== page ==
There are several noteworthy developments in the PERM labor certification world requiring employers and practitioners to rethink how to time PERM applications and to (once again) adapt their processes front-to-end. The COVID-19 pandemic combined with high unemployment rates, as well as U.S. Department of Labor (DOL) efforts to change the prevailing wage system, and an apparent increase in scrutiny of PERM applications, have all contributed to a change in the PERM landscape. Below are the top 5 developments employers and practitioners have been facing with respect to PERM preparation and filing: Continue reading “2021 PERM Labor Certification Updates: Processing Times Increase, COVID Accommodations Continue & Prevailing Wages are back to Normal”
A challenge brought by the U.S. Chamber of Commerce to the new H-1B wage levels and the new definition of “Specialty Occupation” was upheld by the United States District Court for the Northern District of California on December 1, 2020. The plaintiff’s Summary Judgement motion was granted when the Court held that the government failed to demonstrate good cause for not following the normal notice and comment procedures required for immigration regulations. The government’s failure to follow the proper rulemaking procedures makes the new rules invalid and requires them to be rescinded by the government. Continue reading “H-1B Wage Rules Rescinded – Another Win for Employment-Based Immigration”
Employers who may be trying to proceed with PERM applications for foreign national workers are in an uphill battle. With layoffs, furloughs and unemployment at all time highs, the Department of Labor is on high alert for unsuspecting PERM employers who are trying to do the right thing under difficult circumstances.
Employers who have H-1B or other workers with limited time on their nonimmigrant status, don’t have the luxury of waiting until the job market improves to begin PERM applications for their employees. For H-1B or L-1B workers in their final year or two of nonimmigrant visa eligibility, PERM is a necessity or they will have to return to their home countries. Continue reading “PERM Gets Rough in an Uncertain Job Market”
On June 4, 2020, the U.S. Department of Labor (DOL) rescinded deadline extensions it had instituted on March 20 to help employers meet PERM requirements during the pandemic (https://www.foreignlaborcert.doleta.gov/pdf/OFLC%20COVID-19%20FAQs%20Round%204.pdf). Unfortunately, employers sponsoring foreign national employees for PERM labor certification-based green cards will for now receive no further accommodations from the DOL during the COVID-19 pandemic. The DOL’s responsibility is to ensure the protection of American workers, so taking a hard line on foreign national sponsorship is not unexpected in light of high unemployment numbers.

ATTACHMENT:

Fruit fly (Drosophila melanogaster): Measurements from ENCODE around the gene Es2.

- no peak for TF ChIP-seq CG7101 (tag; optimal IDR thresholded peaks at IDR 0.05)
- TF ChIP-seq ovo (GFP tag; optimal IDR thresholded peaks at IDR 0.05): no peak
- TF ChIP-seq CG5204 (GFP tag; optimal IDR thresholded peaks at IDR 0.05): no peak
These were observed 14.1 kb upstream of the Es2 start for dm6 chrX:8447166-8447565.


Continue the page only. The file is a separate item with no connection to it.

Despite stakeholder efforts to receive an extension of these accommodations, the DOL is at this time not willing to provide further accommodations. This means employers must now (a) respond to DOL inquiries within the designated deadline, but on a case-by-case basis may request an extension on or before the deadline; and (b) must conduct their PERM recruitment within the normal regulatory 180-day window. Continue reading “TOUGH LUCK FOR PERM LABOR CERTIFICATION-BASED GREEN CARD SPONSORS DURING THE COVID-19 PANDEMIC”
Rapid changes in remote work requirements and availability are playing havoc with the PERM process for employers (the process under which employers must conduct a test of the U.S. labor market as part of the green card process for their foreign national employees). Due to rising unemployment and availability of U.S. workers, increased audits and scrutiny by the DOL are expected in the short and long term, making it imperative that employers have all of their I’s dotted and T’s crossed when completing the PERM steps.
Nowhere are the details more important than when completing the required PERM “Notice of Filing” step. Unless there is a bargaining representative based on a collective bargaining agreement, an employer must post a notice of the job opening, commonly referred to as a “Notice of Filing,” for the employees at the worksite to see for 10 consecutive business days, commonly called a “wall” Notice of Filing. Employers who also run electronic or print in-house media must also, i.e., not as an alternative to a wall notice, post the notice there in accordance with their normal procedures in place for recruiting for similar positions.